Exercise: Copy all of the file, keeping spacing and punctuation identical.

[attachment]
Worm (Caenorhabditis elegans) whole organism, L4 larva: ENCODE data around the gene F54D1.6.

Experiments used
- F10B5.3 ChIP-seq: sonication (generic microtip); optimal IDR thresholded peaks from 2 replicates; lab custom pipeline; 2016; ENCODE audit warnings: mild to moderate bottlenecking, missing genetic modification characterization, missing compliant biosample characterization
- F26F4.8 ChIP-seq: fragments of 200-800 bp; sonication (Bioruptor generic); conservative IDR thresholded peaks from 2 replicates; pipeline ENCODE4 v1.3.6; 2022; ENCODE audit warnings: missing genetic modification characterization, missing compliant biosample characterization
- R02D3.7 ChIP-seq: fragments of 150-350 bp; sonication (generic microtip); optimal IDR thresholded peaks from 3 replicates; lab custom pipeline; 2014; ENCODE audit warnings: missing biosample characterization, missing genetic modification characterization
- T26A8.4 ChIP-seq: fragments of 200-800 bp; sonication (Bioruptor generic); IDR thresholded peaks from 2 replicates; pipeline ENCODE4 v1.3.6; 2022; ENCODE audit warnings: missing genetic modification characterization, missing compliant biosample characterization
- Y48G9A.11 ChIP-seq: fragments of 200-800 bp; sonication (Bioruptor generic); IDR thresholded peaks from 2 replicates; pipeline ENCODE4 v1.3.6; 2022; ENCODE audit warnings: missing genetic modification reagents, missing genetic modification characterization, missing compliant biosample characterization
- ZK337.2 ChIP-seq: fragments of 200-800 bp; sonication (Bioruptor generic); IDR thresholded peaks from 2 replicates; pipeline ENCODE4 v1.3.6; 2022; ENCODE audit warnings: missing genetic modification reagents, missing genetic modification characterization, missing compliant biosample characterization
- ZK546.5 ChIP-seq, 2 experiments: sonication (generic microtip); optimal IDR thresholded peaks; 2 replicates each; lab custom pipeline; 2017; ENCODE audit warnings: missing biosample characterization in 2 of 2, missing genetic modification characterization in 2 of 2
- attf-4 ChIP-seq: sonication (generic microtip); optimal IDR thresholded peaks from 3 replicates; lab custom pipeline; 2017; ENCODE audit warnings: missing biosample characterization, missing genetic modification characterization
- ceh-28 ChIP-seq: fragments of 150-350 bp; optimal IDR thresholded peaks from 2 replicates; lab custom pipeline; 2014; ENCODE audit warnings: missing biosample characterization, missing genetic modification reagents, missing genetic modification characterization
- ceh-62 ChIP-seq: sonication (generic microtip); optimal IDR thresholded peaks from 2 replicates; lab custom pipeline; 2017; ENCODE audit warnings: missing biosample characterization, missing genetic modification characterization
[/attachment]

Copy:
Worm (Caenorhabditis elegans) whole organism, L4 larva: ENCODE data around the gene F54D1.6.

Experiments used
- F10B5.3 ChIP-seq: sonication (generic microtip); optimal IDR thresholded peaks from 2 replicates; lab custom pipeline; 2016; ENCODE audit warnings: mild to moderate bottlenecking, missing genetic modification characterization, missing compliant biosample characterization
- F26F4.8 ChIP-seq: fragments of 200-800 bp; sonication (Bioruptor generic); conservative IDR thresholded peaks from 2 replicates; pipeline ENCODE4 v1.3.6; 2022; ENCODE audit warnings: missing genetic modification characterization, missing compliant biosample characterization
- R02D3.7 ChIP-seq: fragments of 150-350 bp; sonication (generic microtip); optimal IDR thresholded peaks from 3 replicates; lab custom pipeline; 2014; ENCODE audit warnings: missing biosample characterization, missing genetic modification characterization
- T26A8.4 ChIP-seq: fragments of 200-800 bp; sonication (Bioruptor generic); IDR thresholded peaks from 2 replicates; pipeline ENCODE4 v1.3.6; 2022; ENCODE audit warnings: missing genetic modification characterization, missing compliant biosample characterization
- Y48G9A.11 ChIP-seq: fragments of 200-800 bp; sonication (Bioruptor generic); IDR thresholded peaks from 2 replicates; pipeline ENCODE4 v1.3.6; 2022; ENCODE audit warnings: missing genetic modification reagents, missing genetic modification characterization, missing compliant biosample characterization
- ZK337.2 ChIP-seq: fragments of 200-800 bp; sonication (Bioruptor generic); IDR thresholded peaks from 2 replicates; pipeline ENCODE4 v1.3.6; 2022; ENCODE audit warnings: missing genetic modification reagents, missing genetic modification characterization, missing compliant biosample characterization
- ZK546.5 ChIP-seq, 2 experiments: sonication (generic microtip); optimal IDR thresholded peaks; 2 replicates each; lab custom pipeline; 2017; ENCODE audit warnings: missing biosample characterization in 2 of 2, missing genetic modification characterization in 2 of 2
- attf-4 ChIP-seq: sonication (generic microtip); optimal IDR thresholded peaks from 3 replicates; lab custom pipeline; 2017; ENCODE audit warnings: missing biosample characterization, missing genetic modification characterization
- ceh-28 ChIP-seq: fragments of 150-350 bp; optimal IDR thresholded peaks from 2 replicates; lab custom pipeline; 2014; ENCODE audit warnings: missing biosample characterization, missing genetic modification reagents, missing genetic modification characterization
- ceh-62 ChIP-seq: sonication (generic microtip); optimal IDR thresholded peaks from 2 replicates; lab custom pipeline; 2017; ENCODE audit warnings: missing biosample characterization, missing genetic modification characterization